By controlling its payables properly, a firm can conserve its cash resources. This involves several things:
1. Payments should be made only as and when they fall due.
2. Payables and their disbursement can be centralized. This helps in consolidating working funds at the head office, scheduling payments more effectively, reducing unproductive bank balances at the regional/local offices, and investing surplus funds more effectively.
3. Arrangements can be made with suppliers to set the due dates of their bills so that they match the company’s period of peak receipts. Synchronization, of cash outflows and inflows helps a company to get greater, mileage from its cash resources.
Playing the float:
When a firm issues a check, the balance in its book is received. In the bank’s book, however, the balance is not reduced till the payment has been made by the bank. The amount of checks issued by the firm but not paid for by the bank is known as the ‘payment float’.
Now consider what happens when a firm receives a check and deposits it with its bank. The firm increases the balance in its books, but in the bank’s books it is not increased until the check has been cleared. The amount of checks deposited by the firm in the bank but cleared is referred to as the collection float. The difference between the payment float and the collection float is called the net float. When the net float is positive, the balance in the books of the bank is higher than the balance in the books of the firm. So long as the bank shows a positive balance, a negative cash balance in the books of the firm may not be viewed with alarm. If a firm enjoys a positive net float it can issue checks even if it means having an overdrawn bank account in its books. Such an action is referred to as playing the float and its considered risky. Within limits, however a firm can play this game with reasonable safety and get a higher mileage from its cash resources,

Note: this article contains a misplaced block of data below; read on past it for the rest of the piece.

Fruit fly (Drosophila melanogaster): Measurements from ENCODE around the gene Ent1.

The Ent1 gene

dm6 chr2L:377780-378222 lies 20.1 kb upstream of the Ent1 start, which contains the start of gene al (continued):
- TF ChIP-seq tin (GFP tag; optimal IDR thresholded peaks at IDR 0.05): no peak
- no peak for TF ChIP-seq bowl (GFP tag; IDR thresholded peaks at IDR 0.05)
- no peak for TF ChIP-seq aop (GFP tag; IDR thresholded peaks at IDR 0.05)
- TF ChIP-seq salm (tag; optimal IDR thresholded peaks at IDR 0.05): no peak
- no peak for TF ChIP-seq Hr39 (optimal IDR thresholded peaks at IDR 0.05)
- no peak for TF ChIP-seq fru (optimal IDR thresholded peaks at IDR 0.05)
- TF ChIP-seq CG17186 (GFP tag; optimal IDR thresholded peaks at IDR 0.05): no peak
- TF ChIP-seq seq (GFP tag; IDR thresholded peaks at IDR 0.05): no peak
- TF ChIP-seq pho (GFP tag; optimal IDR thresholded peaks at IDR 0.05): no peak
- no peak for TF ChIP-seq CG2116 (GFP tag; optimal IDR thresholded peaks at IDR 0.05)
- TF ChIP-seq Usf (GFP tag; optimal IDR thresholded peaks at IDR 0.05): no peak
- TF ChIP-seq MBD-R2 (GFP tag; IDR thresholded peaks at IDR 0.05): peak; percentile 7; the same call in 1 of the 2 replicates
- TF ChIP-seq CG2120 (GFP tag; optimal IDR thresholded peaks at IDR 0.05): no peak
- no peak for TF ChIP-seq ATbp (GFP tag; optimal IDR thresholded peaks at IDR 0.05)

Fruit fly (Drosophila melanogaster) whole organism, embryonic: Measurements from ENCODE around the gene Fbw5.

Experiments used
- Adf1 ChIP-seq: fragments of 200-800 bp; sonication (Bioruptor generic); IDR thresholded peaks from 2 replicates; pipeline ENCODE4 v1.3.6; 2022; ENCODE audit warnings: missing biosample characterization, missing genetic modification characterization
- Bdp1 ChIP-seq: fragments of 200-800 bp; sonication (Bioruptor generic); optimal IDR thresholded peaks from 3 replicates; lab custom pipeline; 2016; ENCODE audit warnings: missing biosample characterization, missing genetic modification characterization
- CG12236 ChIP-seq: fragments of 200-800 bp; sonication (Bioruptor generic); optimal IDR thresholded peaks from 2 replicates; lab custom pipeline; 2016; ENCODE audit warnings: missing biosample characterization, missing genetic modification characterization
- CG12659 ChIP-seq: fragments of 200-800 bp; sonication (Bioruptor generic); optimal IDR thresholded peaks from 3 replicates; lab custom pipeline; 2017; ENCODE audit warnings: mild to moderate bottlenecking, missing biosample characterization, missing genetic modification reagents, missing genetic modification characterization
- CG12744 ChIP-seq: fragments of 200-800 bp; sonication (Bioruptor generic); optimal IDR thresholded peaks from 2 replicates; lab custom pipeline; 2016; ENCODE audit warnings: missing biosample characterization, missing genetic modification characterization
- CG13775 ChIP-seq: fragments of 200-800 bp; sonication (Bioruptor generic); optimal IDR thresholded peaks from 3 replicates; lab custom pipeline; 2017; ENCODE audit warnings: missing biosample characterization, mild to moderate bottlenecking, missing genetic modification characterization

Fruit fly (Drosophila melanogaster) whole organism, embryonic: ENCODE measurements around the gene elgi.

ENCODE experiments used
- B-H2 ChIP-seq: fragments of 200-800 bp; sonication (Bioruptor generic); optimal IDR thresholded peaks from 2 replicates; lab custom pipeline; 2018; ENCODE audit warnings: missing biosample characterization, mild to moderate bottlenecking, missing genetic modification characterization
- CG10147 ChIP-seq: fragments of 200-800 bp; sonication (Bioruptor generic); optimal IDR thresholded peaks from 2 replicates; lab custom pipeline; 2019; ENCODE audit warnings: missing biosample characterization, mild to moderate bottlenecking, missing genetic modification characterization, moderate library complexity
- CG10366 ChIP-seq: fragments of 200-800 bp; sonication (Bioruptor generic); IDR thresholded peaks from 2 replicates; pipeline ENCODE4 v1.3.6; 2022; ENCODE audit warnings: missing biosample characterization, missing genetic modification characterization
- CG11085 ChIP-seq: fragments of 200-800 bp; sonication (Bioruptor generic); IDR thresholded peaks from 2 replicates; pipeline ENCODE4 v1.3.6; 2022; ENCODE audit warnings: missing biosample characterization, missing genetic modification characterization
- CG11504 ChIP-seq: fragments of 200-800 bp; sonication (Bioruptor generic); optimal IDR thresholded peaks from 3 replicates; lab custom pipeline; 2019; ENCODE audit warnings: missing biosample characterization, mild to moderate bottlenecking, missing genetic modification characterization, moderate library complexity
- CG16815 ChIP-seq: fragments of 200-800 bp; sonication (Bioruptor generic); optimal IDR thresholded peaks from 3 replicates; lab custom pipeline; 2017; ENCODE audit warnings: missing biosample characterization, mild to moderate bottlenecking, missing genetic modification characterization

Investment of Surplus Funds:
Companies often have surplus funds for short periods of time before they are required for capital expenditures, loan repayment, or some other purpose. These funds may be deployed in a variety of ways. At the end of the spectrum is the term deposit (to be made for a minimum period of 30 days) in a bank, virtually a risk free investment, that offers a relatively modest rate of interest; at the other end of the spectrum is the investment in equity shares which can produce highly volatile returns. In between lie several avenues like shares of mutual funds schemes, public sector bonds, treasury bills, inter corporate deposits, and bill discounting. This article looks at the options available for deploying surplus funds.
Units/Shares of Mutual Fund Schemes: A wide range of mutual fund schemes are available in India. A firm with short term surplus funds may participate in open end schemes as they ensure ready liquidity. These schemes accept funds as well as permit withdrawals on a continuing basis. The most appropriate open end schemes for short schemes. These schemes invest in money-market instruments like treasury bills, Commercial paper and certificates of deposit.
Ready Forwards: A commercial bank or some other organization may do a ready forward deal with a company interested in deploying surplus funds on a short term basis. Under this arrangement the bank sells and repurchases the same securities (this means that the company in turn buys and sells securities) at prices determined before hand. Ready forwards are permitted only in certain securities. The company earns a return in the form of price difference (between the buying and selling rates) and not in the form of an interest income. From the tax point of view, however, both the incomes are treated alike. The return on a ready forward deal is closely linked to money market conditions. Note that the money market tends to be tight during the busy season as well as at the time of year closing.
Treasury Bills represent short term obligations of the central government which have maturities like 91 days, 182 days, and 364 days. They do not carry an explicit interest rate (or coupon rate). They are instead sold at a discount and redeemed at par value. Hence, the implicit interest rate is a function of the size of the discount and the period of maturity. —